Opening a bank account in Australia

Opening a bank account in Australia
Updated 2021-07-19 14:42

If you have just moved to Australia, or are planning a move, you will need an Australian bank account. This will be essential for receiving direct deposit salaries from employers, paying rent, buying groceries, etc. Opening a new account is simple, and can be done either before or after arrival in Australia.

Opening an account from overseas

Most of the major Australian banks will allow you to open an account online, which can be done before arrival in Australia. Also, check if your current international bank has branches in Australia, as you may not need to switch accounts if this is the case.

To open an account online, you will need some personal information, including several forms of proof of identity. The process is straightforward, and you can move funds from one account into another after the account is opened. Once you have a local Australian address, you can add your address details to the account. You can also show your identity documents in person, within six weeks of arrival into the country, for the bank to verify your account within the branch.


Accounts can be opened online up to 12 months before arrival into the country.

Opening an account in Australia

Opening an account locally is a simple procedure that can be done within branches of most banks. You will need to provide proof of identification, such as your passport, driver's license, or bank or credit card from another bank. Once the account is opened, you can transfer funds in the branch, online, or over the phone, and a bank or debit card will be mailed to your residence. Once you have also received your Tax File Number from the Australian Taxation Office, providing this number will ensure that any savings and interest earned are taxed at the correct rate.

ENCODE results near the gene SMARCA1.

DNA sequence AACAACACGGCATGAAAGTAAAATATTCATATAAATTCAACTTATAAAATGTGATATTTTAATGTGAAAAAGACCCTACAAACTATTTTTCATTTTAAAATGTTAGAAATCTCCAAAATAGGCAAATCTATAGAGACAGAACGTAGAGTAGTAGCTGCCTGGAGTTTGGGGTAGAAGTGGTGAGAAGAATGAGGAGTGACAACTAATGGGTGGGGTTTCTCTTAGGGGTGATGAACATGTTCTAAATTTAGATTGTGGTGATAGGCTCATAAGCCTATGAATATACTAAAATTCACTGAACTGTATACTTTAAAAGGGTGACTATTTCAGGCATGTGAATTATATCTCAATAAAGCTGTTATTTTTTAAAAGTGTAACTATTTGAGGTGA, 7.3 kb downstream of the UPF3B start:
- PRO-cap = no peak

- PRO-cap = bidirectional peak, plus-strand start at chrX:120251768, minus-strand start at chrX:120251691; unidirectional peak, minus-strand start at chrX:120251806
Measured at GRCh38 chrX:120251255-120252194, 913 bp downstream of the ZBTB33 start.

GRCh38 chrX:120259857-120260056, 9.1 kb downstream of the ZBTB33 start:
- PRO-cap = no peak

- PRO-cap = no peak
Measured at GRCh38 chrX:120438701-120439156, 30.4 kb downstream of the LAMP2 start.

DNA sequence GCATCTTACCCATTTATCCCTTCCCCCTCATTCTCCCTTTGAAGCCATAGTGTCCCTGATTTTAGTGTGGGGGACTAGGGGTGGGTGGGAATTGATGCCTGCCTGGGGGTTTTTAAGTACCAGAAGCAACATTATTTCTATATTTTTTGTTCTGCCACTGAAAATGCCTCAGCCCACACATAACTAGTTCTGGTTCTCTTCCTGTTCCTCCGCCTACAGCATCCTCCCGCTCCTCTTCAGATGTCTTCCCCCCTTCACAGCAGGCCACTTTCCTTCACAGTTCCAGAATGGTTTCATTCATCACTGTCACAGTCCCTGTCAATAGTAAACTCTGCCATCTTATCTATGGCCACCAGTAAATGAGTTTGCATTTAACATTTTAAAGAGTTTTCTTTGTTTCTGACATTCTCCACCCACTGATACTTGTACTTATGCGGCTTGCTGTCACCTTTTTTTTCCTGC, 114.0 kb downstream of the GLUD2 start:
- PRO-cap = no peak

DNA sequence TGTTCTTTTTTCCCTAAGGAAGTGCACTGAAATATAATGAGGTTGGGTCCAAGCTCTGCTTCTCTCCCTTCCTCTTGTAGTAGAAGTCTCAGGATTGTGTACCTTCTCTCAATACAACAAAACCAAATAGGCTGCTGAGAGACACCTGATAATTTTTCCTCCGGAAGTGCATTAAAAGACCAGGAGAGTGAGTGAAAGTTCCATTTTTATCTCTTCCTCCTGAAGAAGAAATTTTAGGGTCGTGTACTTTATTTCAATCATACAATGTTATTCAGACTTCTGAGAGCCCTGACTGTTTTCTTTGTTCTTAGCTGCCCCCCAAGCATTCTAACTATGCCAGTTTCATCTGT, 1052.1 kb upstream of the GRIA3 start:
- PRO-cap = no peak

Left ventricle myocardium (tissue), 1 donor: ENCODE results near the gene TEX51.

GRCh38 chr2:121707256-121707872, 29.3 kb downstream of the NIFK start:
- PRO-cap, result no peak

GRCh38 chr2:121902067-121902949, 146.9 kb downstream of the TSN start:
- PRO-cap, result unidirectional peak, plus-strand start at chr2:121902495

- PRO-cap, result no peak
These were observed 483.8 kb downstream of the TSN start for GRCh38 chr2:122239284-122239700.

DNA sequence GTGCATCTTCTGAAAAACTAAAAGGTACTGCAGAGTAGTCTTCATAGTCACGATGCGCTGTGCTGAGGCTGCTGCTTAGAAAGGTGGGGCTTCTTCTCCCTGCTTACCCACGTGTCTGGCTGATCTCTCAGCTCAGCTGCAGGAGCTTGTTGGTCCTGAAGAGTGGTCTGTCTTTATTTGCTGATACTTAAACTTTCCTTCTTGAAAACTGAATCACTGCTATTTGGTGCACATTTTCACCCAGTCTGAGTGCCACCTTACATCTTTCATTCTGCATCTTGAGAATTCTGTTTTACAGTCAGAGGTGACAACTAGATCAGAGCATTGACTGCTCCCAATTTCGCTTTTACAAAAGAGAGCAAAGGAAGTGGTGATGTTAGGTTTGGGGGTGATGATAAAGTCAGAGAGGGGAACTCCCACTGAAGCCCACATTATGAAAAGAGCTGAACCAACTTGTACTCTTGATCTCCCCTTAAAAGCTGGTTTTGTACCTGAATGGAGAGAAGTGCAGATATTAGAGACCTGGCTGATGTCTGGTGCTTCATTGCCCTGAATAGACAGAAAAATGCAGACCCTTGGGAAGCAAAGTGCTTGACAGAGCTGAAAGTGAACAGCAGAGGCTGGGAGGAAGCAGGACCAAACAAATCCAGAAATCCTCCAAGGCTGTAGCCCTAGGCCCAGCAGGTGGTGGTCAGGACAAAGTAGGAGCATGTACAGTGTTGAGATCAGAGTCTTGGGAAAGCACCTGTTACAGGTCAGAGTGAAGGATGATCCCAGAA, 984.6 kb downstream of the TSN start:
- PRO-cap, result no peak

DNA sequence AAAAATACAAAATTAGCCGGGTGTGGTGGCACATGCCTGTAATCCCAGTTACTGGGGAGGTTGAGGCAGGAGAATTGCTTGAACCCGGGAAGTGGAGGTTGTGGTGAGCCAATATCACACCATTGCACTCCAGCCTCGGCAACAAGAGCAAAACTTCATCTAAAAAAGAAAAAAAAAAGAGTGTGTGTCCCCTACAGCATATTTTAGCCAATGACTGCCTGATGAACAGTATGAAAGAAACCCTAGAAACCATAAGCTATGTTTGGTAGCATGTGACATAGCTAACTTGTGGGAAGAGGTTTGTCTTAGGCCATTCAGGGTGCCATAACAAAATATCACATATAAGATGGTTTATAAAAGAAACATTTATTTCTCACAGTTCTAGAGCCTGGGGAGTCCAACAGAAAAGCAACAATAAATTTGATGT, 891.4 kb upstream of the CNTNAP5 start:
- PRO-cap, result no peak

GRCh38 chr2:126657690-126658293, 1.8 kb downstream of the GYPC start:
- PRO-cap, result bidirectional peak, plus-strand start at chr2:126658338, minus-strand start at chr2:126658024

Debit, credit cards, and accounts

You will most likely have a debit card associated with your new bank account, which allows you to pay for purchases directly from your checking or savings account. Most cards offer 'PayPass', also called 'Tap and Go', which allows you to pay for goods or services with a value of AUD 100 or less by tapping your card, no pin necessary. For purchases of higher value, you will need to enter your PIN, which is a four or six-digit number you have set, to approve the purchase. This will also be the same number used to withdraw cash at ATMs. Debit cards are accepted almost everywhere, even in remote areas, although smaller businesses will sometimes charge a small transaction fee for debit card payments.

Credit cards can also be applied for via your bank, although eligibility is determined by factors such as residency, employment, and income, so temporary visa holders may have difficulty in obtaining an Australian credit card.

You can set up a range of different accounts with your bank. However the most popular is a generic 'Savings' or 'Checking' account, which is an everyday account. You can also arrange for different saving accounts that allow you to put restrictions on them, such as, you cannot withdraw from an ATM. These accounts can gain interest if you put that in place also. Speak directly to your bank about this.


It is very important you have a Tax File Number on record or you can incur tax fees. You can update your account information whenever you like, either over the phone, online or at a local branch.

Bank fees

Banks in Australia sometimes charge fees for using ATMs operated by other banks (however most banks have now abolished this), for overdrawn accounts, or for making certain kinds of transactions, such as international banking. It is helpful to compare banks before committing, to decide which bank can offer the best option for your needs. The most popular banks in Australia are ANZ, Commonwealth, NAB, or ING, and they will all have internet banking that you can access on your phone or computer.

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